During a yin practice we hold poses longer than we do in other yoga classes. Generally, we will hold poses from 1-5 minutes.Because we are holding poses longer, slow, safe opening of the connective tissue is encouraged within the body.

Throughout a yin practice I will often remind you to round, release and relax. We want to work as far as we can go, but not further. We want to gain benefit, but not injure. As we move into a pose we want to find a place where we can stay.

Most poses in yin are done from a kneeling, seated or lying position. Many of the poses are similar to those we do in other classes. However, our focus is different as we hold these poses longer. Moving into the poses we want to come to an appropriate edge where the body naturally stops. We will then allow the body to find stillness. Throughout a pose we may check in with the body. As the body begins to open we may find we can naturally release a little deeper into a pose. Sometimes though, we might notice that we need to back off a little. Learning to listen to your own body and respect its needs is an important goal in any yoga practice.

While holding a pose we’ll try to be conscious of our attention. I will encourage you to note what is going on in the body. I will invite you to notice what you might be feeling. We will also focus on being aware of the breath. We’ll also try to notice if the mind wanders. If it does, no judgement, just gently bringing the attention back to body or breath.

When ready to come out of a pose I will cue you to gently return to a neutral position. Of course, one is always encouraged to come out of the pose earlier if needed.

Yin is very different from many other yoga practices. Though slower than some other practices it can be more challenging to some people. I had no interest in practicing yin for many years. My thought was that if I was going to be doing yoga that I wanted to be working hard, having challenge and working up a sweat. For me the idea of being so still for minutes at a time sounded horrible. However, when I eventually tried yin I found myself enjoying it. Additionally, I found my body benefitting it.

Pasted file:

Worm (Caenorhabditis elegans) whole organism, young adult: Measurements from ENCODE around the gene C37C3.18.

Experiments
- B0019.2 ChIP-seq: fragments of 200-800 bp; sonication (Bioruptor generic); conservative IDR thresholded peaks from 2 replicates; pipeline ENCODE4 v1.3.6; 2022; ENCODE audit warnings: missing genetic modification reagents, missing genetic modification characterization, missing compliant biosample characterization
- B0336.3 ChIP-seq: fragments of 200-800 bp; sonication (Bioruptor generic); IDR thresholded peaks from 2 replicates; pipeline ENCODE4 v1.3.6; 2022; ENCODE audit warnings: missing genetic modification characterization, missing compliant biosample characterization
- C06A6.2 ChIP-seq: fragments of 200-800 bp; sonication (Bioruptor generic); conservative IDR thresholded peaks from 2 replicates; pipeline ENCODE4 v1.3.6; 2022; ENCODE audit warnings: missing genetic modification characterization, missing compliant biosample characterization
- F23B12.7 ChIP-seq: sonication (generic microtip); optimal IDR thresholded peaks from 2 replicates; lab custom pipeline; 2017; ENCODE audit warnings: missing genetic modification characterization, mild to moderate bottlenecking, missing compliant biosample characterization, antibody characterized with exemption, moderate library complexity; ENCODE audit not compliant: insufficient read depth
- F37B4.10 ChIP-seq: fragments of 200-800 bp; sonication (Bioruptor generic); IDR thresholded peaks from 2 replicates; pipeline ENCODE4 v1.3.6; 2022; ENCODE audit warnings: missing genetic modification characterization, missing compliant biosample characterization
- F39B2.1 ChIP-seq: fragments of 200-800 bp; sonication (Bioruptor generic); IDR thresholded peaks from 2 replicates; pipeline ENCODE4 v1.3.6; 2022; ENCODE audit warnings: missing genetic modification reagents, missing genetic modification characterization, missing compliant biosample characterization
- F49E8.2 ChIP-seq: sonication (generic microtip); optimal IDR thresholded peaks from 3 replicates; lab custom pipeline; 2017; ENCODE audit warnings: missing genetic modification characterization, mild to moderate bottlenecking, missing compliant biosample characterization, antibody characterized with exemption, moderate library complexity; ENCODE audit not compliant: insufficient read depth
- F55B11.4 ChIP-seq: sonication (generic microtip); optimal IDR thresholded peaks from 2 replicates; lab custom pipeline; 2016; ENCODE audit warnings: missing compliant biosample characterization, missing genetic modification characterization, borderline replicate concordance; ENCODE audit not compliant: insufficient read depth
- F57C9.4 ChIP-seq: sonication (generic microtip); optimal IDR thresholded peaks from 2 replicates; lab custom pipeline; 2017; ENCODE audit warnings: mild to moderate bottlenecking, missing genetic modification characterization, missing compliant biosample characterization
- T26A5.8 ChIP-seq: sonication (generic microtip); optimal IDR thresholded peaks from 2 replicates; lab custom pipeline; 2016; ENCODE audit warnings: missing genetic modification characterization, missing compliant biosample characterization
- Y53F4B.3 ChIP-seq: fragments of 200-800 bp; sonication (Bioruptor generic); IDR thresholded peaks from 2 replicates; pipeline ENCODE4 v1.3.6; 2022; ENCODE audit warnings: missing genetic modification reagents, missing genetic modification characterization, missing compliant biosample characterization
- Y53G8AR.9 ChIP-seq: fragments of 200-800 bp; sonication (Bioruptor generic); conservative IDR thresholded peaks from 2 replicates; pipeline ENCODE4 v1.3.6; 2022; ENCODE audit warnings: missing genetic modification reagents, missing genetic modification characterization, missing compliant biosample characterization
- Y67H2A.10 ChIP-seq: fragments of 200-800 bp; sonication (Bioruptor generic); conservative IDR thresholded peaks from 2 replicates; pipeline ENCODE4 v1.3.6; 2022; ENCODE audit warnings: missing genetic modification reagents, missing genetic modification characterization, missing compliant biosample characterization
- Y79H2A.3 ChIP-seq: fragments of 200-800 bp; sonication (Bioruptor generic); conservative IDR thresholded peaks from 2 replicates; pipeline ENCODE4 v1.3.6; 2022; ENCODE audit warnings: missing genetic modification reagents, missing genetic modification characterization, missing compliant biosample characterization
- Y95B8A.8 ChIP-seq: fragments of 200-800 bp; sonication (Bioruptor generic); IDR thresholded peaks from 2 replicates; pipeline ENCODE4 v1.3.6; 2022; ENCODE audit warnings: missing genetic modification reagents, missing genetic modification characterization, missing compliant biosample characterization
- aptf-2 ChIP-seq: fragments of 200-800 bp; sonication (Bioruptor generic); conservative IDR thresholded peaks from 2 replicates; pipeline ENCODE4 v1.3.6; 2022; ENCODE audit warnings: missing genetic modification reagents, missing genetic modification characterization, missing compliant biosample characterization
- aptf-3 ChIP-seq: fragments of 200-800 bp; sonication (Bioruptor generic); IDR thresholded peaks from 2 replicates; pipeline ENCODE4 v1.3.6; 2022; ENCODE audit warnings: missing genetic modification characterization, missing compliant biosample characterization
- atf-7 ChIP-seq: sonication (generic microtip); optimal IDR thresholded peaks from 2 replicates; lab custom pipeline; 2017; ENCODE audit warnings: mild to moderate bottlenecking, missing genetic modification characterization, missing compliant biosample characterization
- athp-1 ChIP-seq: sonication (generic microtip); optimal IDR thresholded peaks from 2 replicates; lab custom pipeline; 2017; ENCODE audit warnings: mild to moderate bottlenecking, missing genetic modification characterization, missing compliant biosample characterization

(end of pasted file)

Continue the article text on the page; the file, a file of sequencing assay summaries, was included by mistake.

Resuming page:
When in my studio I often offer yin as the last class of the evening. With the lights off and the flicker of candlelight it is a fabulous way to end the day. We use several props in this practice including bolsters, blocks and pillows. Many people bring blankets or eye masks to use throughout our practice and in final Savasana. I am often told that people sleep very well after some evening yin. I invite you to try a yin class soon and see if it might just be something you also enjoy.

Gratitude Journal

With everything going on in the world it is a fabulous time for people of all ages to start or get back to the practice of keeping a gratitude journal. I was first introduced to the idea in the book Simple Abundance by Sarah Ban Breathnach 2 decades ago. Since then over the I have kept a gratitude journal on and off.

While some people suggest sitting down with this journal at the end of the day, I find first thing in the morning works best for me. With my morning cuppa tea I simply add 5 things I am grateful for. It is a simple, short ritual that gives you a positive start to your day.

In The Gifts of Imperfection by Brene Brown she discusses wholehearted living and one quality wholehearted people cultivate is gratitude. She claims gratitude is not something you either have or not. Instead, she discusses how wholehearted people practice gratitude and then become more grateful.

Often it is the little things that I am most grateful for. Today’s entries are- 1 . I am grateful that it is the first day of spring 2. I am grateful for sunshine and blue skies 3. I am grateful that Canada is taking Covid-19 seriously 4. I am grateful that I know so many people taking Covid-19 seriously and doing everything they can to prevent it spreading 5. I am grateful to have so many books to read while home practicing social distancing

Keeping a gratitude journal over the years is one tool I would credit for helping me keep a positive outlook. As we face uncertainty in the weeks ahead I would encourage everyone to give this daily habit a try.

Namaste